The Neurotoxic Properties of Splenda the popular artificial sweetener is sucralose, sold under the brand name Splenda. Sucralose is a synthetic chemical created in a five-step patented process, in which three chlorine molecules are added to one sucrose (sugar) molecule. Some will argue that natural foods also contain chloride, which is true. However, in natural foods, the chloride is connected with ionic bonds that easily dissociate when ingested. In Splenda, they're in a covalent bond that does not dissociate.
And, since your body has no enzymes to break down this covalently bound chloride, harm can ensue... The reason why your body has no enzymes for this task is because, in nature, there are NO covalent chloride bonds to organic compounds—they only exist in synthetic, man-made form. Aside from Splenda, other examples of synthetic covalently bound chloride compounds include DDT, PCBs, and Agent Orange.
Previous research indicates that about 15 percent of sucralose is absorbed into your digestive system, and ultimately stored in your body fat. A 2008 animal study1 found that Splenda reduced the amount of beneficial intestinal bacteria by 50 percent, increased the intestinal pH level, and affected a glycoprotein that can have crucial health effects, particularly if you're on certain medications.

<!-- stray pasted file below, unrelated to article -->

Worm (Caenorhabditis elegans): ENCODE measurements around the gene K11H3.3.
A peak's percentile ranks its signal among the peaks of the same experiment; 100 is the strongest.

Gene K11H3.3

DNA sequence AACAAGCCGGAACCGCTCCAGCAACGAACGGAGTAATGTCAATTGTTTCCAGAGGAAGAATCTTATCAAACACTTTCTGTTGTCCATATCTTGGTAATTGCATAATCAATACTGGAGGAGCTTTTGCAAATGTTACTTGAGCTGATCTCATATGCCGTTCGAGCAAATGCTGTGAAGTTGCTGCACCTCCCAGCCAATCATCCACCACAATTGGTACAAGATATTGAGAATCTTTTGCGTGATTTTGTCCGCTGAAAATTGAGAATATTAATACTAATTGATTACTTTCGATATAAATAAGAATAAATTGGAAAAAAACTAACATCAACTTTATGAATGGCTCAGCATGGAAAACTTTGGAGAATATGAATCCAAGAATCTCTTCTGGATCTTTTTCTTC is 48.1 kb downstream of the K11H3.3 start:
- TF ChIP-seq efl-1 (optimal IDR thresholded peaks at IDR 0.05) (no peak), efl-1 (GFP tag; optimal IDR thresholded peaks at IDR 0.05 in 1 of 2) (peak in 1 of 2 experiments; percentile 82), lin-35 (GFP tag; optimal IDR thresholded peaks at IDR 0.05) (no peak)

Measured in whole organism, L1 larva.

More recent research2 detailing Splenda's oxidative effects, suggests the sweetener may have neurotoxic properties, which doesn't surprise me in the least. The researchers, who assessed the effects of sucralose on water fleas, concluded that: "exposure to sucralose may induce neurological and oxidative mechanisms with potentially important consequences for animal behavior and physiology." As reported by www.GreenMedInfo.com
- "Like so many novel patented chemicals released onto the market without adequate pre-approval safety studies, we do not know if this preliminary toxicological research will be applicable to human exposures. In fact, there are only 318 study citations on this chemical in existence since it first began to be researched in the 70's. This most recent study is the first in existence to look at its effect on the enzyme acetylcholinesterase, which is found in all animals.
- This information deficit is all the more remarkable when you consider there are over 7,000 published studies in existence on either natural herb turmeric or its primary polyphenol curcumin, which is still not readily administered by the conventional medical establishment mostly due to 'safety concerns,' despite what the voluminous positive data on its relevance to over 600 health conditions indicates."